Association of metabolic profiles with hepatic fibrosis in chronic hepatitis C patients with genotype 1 or 2 infection

Ching-Sheng Hsu, Chen-Hua Liu, Chun-Jen Liu, Shih-Jer Hsu, Chi-Ling Chen, Juey-Jen Hwang, Ming-Yang Lai, Pei-Jer Chen, Ding-Shinn Chen, Jia-Horng Kao
Journal of Gastroenterology and Hepatology 2010, 25 (5): 970-7

BACKGROUND AND AIMS: Metabolic profiles are associated with severity of liver histology in chronic hepatitis C (CHC) infection. However, the influence of hepatitis C virus (HCV) genotypes, especially genotype 1 and 2, on the association between metabolic profiles and hepatic fibrosis remains unknown.

METHODS: We consecutively enrolled 528 CHC patients infected by HCV genotype 1 or 2, and used univariate and multivariate approaches to determine the influence of HCV genotype on the association of metabolic characteristics with severity of liver histology.

RESULTS: In univariate analysis, diabetes mellitus, obesity, higher grades of hepatic steatosis, homeostasis model assessment-insulin resistance index and alanine aminotransferase level, but lower serum total cholesterol and low-density lipoprotein level, were associated with advanced hepatic fibrosis. Advanced hepatic fibrosis was associated with an adjusted odds ratio of 13.72 (95% confidence interval, 2.15-87.7) for serum fasting blood glucose, 1.07 (1.01 to 1.13) for body mass index (BMI), and 0.03 (0.00-0.32) for total cholesterol level. Older age, lower serum total cholesterol level and more necro-inflammatory activity were associated with advanced hepatic fibrosis in both genotype 1 and 2 patients (P < 0.05). Advanced hepatic fibrosis was associated with an adjusted odds ratio of 31.18 (2.31-421.4) for fasting blood glucose level in genotype 1 infection, whereas 1.16 (1.05-1.28) for BMI in genotype 2 infection.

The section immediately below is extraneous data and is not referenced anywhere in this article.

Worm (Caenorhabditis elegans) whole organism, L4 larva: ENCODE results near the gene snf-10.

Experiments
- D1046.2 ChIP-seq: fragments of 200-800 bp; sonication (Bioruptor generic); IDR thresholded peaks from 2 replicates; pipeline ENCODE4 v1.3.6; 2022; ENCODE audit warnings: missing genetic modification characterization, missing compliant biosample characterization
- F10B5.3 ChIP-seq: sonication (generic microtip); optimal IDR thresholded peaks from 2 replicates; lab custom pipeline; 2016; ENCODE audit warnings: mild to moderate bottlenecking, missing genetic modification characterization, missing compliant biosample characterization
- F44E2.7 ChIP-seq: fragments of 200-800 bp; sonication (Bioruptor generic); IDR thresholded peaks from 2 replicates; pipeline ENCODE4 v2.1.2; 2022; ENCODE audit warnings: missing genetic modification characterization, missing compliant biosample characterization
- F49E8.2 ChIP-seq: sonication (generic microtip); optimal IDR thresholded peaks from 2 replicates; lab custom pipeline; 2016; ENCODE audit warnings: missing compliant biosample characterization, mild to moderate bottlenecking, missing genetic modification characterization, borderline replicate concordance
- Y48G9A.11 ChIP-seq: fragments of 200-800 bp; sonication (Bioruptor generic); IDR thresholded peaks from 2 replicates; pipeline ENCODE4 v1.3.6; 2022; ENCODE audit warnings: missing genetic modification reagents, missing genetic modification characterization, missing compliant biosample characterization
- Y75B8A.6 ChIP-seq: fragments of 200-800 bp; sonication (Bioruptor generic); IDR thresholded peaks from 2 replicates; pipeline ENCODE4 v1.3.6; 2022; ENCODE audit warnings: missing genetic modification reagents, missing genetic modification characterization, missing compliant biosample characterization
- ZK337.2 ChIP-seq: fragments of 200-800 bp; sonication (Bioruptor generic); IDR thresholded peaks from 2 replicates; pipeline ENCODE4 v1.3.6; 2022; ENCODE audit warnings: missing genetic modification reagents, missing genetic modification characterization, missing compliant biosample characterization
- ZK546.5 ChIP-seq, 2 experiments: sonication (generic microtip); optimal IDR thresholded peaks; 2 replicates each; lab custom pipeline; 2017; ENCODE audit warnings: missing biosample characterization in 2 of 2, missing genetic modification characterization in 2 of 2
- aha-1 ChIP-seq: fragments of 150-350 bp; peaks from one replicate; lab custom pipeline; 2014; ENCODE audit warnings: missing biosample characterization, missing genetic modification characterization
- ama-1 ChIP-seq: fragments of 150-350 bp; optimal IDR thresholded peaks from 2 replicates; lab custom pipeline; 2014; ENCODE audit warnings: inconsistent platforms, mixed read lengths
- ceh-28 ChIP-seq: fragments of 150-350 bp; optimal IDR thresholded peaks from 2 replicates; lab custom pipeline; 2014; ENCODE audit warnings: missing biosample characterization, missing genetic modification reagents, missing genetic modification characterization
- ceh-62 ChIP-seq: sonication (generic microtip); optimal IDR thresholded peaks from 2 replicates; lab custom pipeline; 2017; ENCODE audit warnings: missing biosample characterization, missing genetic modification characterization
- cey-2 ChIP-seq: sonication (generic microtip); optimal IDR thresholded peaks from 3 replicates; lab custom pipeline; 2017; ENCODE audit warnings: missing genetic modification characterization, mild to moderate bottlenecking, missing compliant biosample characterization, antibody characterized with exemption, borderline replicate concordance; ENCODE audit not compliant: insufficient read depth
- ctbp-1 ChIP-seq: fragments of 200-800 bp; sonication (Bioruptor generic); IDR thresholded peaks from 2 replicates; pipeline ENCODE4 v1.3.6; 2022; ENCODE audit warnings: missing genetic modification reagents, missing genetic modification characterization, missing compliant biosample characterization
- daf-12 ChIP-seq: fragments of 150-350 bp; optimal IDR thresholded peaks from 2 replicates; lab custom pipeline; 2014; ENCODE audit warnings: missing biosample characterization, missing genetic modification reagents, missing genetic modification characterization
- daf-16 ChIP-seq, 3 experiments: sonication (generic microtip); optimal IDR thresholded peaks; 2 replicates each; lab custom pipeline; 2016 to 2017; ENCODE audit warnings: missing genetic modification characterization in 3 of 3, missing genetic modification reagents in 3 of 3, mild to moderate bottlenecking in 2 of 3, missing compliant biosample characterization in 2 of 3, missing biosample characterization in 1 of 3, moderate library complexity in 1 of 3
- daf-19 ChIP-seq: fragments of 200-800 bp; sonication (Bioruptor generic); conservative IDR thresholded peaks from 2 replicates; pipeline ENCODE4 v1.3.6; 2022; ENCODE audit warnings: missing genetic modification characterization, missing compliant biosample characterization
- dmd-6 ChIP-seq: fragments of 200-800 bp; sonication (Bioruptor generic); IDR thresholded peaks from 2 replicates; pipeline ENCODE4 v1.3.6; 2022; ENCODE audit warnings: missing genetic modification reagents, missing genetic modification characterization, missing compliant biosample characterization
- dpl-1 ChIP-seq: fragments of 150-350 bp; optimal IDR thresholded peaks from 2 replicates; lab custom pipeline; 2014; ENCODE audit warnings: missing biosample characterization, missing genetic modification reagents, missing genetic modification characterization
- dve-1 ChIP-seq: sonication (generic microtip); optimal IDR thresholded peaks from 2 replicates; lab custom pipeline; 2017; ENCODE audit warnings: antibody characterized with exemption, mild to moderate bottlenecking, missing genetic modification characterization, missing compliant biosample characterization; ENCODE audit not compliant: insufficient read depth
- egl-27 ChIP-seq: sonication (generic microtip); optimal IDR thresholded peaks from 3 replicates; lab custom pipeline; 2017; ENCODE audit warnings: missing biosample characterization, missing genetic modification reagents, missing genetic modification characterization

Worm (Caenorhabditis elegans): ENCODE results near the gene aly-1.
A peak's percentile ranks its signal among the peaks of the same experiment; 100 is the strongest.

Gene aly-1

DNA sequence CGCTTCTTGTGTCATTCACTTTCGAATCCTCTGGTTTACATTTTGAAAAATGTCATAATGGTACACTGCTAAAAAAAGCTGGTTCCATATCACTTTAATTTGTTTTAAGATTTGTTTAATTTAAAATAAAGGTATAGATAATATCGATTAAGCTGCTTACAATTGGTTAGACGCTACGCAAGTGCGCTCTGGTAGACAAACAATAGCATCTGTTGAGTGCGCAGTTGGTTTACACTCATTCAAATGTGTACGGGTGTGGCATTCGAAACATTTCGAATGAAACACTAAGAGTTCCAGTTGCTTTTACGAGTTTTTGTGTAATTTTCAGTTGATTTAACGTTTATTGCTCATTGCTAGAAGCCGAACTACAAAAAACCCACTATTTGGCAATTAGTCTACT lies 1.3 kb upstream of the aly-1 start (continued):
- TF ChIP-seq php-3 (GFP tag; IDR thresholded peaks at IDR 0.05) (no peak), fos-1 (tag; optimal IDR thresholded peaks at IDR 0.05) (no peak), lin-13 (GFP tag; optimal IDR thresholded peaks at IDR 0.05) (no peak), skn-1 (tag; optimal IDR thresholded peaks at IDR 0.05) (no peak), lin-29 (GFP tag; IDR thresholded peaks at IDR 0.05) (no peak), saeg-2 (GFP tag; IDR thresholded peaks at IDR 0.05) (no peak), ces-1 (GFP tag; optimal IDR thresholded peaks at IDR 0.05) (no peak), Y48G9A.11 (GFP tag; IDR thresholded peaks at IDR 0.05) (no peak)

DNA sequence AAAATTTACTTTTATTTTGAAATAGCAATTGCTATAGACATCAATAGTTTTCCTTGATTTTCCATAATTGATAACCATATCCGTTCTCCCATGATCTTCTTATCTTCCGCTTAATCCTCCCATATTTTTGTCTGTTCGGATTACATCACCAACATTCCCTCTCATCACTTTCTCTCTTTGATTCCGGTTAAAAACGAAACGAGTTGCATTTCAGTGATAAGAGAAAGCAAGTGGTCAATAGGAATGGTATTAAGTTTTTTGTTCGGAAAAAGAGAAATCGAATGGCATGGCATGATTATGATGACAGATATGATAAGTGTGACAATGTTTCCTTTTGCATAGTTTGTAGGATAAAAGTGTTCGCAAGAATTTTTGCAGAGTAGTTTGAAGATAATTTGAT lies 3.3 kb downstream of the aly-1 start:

CONCLUSIONS: Age, serum total cholesterol, and hepatic necro-inflammation have important associations with severity of hepatic fibrosis in CHC patients. Moreover, these associations are different between HCV genotype: the effects of fasting blood glucose level and BMI are increased on genotype 1 and genotype 2 patients, respectively.

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